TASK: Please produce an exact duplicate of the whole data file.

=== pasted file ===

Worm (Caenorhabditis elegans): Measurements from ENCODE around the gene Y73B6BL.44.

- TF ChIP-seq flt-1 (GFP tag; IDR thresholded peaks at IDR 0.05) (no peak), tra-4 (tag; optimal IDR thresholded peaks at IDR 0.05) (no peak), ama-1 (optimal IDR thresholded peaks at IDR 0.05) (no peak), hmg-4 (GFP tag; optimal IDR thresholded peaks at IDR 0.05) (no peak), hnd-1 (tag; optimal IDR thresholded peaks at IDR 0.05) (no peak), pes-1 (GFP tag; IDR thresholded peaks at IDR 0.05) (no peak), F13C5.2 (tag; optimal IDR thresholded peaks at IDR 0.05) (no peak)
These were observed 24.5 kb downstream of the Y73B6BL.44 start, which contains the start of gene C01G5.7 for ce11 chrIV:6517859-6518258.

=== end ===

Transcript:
Worm (Caenorhabditis elegans): Measurements from ENCODE around the gene Y73B6BL.44.

- TF ChIP-seq flt-1 (GFP tag; IDR thresholded peaks at IDR 0.05) (no peak), tra-4 (tag; optimal IDR thresholded peaks at IDR 0.05) (no peak), ama-1 (optimal IDR thresholded peaks at IDR 0.05) (no peak), hmg-4 (GFP tag; optimal IDR thresholded peaks at IDR 0.05) (no peak), hnd-1 (tag; optimal IDR thresholded peaks at IDR 0.05) (no peak), pes-1 (GFP tag; IDR thresholded peaks at IDR 0.05) (no peak), F13C5.2 (tag; optimal IDR thresholded peaks at IDR 0.05) (no peak)
These were observed 24.5 kb downstream of the Y73B6BL.44 start, which contains the start of gene C01G5.7 for ce11 chrIV:6517859-6518258.